Seven stories of the world

In his new book,The Boat, Nam Le writes with the skill and perspective of a seasoned craftsman.

In his new book,The Boat, Nam Le writes with the skill and perspective of a seasoned craftsman.

His work gives off the aura of someone who’s been around and thought through a lot. If you didn’t know any better, you would probably find it hard to believe that The Boat is his first book and that he is only 29 years old.

Le was born in Vietnam, raised in Australia and has received fellowships from the prestigious Iowa Writers’ Workshop, as well as many other honors in his short writing career. All these places, along with many other exotic locales, show up in The Boat, an assemblage of seven short stories.

The range of characters in the collection is vast. The protagonists are both male and female with greatly varying ages. Children, teenagers, 20-somethings and middle-aged characters all take the spotlight at different points.

Settings, too, help define each story’s uniqueness. Stories take place in Iowa, Columbia, New York, Australia, Hiroshima, Tehran and Vietnam. The result is seven portraits of very different lives. This variety is intriguing, but what is so impressive is how Le combines these diverse characters and places to make a distinctly original story.

The first story, “Love and Honor and Pity and Pride and Compassion and Sacrifice,” sets the stage for the six vignettes to follow. It is about a 25-year-old Vietnamese writing student in Iowa whose strict father visits for three days during a busy time for the young man.

Le does a funny thing by starting off the book with a story that seems autobiographical, before switching things up. The young writer in “Love and Honor …” struggles with what to write about, not wanting to delve into his personal history, while fellow students discuss how “hot” ethnic literature is right now. The cleverness of this decision is more apparent as the book moves along and eventually ends with “The Boat,” the story of an overcrowded vessel of Vietnamese refugees traveling at sea, plagued by sickness and death.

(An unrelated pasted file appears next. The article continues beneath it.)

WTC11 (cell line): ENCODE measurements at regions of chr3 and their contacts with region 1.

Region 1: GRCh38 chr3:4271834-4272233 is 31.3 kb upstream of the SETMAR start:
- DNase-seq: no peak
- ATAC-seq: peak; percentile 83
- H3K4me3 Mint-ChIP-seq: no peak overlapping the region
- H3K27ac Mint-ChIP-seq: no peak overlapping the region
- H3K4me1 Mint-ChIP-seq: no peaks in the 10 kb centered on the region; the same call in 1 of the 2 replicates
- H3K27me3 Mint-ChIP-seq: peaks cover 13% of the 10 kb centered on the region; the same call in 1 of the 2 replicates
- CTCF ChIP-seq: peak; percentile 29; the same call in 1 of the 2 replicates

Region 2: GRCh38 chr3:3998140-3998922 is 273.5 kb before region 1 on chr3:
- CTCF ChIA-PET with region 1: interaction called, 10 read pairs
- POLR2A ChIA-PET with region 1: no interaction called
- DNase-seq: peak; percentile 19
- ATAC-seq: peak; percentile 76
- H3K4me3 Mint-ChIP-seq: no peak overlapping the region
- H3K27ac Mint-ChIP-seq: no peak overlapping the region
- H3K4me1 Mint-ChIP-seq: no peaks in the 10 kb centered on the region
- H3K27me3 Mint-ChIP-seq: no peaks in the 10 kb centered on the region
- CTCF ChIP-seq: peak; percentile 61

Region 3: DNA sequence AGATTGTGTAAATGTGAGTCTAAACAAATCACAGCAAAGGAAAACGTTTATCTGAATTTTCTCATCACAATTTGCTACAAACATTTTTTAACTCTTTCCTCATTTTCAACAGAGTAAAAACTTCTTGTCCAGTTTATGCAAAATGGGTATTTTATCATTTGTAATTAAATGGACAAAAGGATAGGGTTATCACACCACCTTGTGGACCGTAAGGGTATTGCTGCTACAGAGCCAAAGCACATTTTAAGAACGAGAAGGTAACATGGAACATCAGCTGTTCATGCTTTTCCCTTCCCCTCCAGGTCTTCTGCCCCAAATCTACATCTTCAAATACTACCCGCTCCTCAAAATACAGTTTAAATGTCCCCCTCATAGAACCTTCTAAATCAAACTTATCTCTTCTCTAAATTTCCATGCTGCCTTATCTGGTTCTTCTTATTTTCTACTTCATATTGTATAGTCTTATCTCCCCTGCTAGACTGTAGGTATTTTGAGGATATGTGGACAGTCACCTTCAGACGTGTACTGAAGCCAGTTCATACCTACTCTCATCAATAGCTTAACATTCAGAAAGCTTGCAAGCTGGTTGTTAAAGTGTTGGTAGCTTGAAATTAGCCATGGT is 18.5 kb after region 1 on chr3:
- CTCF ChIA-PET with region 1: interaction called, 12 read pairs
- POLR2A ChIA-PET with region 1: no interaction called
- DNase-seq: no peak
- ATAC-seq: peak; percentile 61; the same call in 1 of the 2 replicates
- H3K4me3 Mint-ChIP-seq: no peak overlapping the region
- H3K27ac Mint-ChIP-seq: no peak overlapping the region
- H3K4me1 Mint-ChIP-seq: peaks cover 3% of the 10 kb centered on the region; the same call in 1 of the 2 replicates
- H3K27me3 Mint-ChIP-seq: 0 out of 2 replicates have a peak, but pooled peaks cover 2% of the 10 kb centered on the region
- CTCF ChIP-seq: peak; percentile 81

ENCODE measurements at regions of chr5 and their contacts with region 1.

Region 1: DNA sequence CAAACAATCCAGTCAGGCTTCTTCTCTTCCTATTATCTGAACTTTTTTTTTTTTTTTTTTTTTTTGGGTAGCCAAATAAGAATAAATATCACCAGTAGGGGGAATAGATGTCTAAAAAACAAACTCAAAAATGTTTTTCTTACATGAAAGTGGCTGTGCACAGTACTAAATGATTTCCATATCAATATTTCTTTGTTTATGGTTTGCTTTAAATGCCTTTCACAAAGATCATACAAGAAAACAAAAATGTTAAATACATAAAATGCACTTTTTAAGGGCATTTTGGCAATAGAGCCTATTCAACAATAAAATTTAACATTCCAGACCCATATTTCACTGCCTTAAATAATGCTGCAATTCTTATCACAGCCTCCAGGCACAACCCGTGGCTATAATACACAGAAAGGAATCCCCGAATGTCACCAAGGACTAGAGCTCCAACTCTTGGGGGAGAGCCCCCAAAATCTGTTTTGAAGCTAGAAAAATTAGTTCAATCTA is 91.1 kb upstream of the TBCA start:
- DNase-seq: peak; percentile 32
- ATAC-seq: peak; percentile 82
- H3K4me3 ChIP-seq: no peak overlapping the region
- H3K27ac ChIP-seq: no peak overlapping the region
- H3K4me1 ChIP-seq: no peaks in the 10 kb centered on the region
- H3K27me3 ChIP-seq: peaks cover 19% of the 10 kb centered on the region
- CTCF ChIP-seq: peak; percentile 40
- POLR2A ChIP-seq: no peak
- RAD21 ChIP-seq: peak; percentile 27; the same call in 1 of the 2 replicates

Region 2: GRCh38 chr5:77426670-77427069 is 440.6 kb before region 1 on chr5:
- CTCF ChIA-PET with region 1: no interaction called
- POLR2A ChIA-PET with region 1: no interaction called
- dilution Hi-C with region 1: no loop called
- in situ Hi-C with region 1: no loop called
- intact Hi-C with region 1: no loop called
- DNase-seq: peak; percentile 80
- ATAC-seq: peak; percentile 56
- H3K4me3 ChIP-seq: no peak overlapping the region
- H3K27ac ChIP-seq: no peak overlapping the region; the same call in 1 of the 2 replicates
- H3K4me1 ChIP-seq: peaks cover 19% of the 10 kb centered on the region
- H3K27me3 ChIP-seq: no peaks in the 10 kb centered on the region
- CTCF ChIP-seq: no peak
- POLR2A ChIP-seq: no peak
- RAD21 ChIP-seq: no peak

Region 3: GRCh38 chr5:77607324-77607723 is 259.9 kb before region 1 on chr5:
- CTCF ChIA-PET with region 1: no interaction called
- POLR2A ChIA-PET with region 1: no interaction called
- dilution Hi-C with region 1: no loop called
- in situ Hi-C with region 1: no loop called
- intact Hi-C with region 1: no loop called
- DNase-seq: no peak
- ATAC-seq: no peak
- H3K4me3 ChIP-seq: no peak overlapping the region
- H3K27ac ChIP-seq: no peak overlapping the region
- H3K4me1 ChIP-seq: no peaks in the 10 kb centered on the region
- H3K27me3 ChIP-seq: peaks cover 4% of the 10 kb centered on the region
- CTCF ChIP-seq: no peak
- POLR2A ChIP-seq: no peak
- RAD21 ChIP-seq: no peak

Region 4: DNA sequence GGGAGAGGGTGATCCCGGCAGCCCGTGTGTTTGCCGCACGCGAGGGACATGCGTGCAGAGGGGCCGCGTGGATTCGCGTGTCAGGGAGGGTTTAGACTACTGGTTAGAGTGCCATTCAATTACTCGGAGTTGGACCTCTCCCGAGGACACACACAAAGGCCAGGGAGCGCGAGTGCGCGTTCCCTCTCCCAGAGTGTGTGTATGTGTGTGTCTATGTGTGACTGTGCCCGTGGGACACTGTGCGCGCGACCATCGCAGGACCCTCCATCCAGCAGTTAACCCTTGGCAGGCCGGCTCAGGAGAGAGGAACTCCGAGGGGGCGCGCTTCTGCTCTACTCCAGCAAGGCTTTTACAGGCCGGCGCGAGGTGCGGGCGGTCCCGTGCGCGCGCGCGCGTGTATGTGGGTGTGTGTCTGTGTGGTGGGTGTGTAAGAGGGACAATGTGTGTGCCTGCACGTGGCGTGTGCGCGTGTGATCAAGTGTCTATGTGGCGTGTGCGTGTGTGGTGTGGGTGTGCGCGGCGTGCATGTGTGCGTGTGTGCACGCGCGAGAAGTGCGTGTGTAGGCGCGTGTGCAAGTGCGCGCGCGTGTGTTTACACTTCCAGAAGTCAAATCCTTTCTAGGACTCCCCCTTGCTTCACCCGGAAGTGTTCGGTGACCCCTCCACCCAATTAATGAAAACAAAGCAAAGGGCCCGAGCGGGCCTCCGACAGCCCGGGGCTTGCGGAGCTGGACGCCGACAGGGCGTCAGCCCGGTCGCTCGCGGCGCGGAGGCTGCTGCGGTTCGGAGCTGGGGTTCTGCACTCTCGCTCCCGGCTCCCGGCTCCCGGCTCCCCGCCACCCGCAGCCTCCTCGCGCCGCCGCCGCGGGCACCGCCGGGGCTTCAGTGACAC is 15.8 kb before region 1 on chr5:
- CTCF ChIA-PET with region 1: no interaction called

“Cartagena” is the story of a 14-year-old boy enlisted as a hitman by a character known as El Padre. The boy has to deal with the ramifications of sparing one of his victims, which creates a palpable tension. Like all his stories, “Cartagena” is made to seem authentic by the way the characters relate to their age, experience and place they live. It’s easy to believe that teenage assassins think and speak the way Le’s characters do.

The story “Hiroshima” is another depiction of a young narrator. Written in the first person, the story follows a third-grade girl as she details life in Hiroshima during World War II. There is no dialogue, only long paragraphs written in a stream of consciousness narrative. Le’s protagonist explains the alarms that ring out sometimes during the day, and how she is taught to react. She knows that when only one U.S. plane flies overhead, it is probably taking a picture, and that when Americans drop bombs, they come in great numbers.

The problem each character faces is specific to their life, but the emotions they elicit–loss, grief, awareness of reality–are utterly universal. As a whole, the collection is quite somber, but very well put together. Le’s prose is descriptive and rich without being overdone. He does his craft proud.

Le currently works as the fiction editor for the Harvard Review. As readers, we can only hope he is still writing on the side, and that he will be a presence in the literary world for many years to come.

The Boat****Nam LeAlfred A. Knopf Publishers$22.95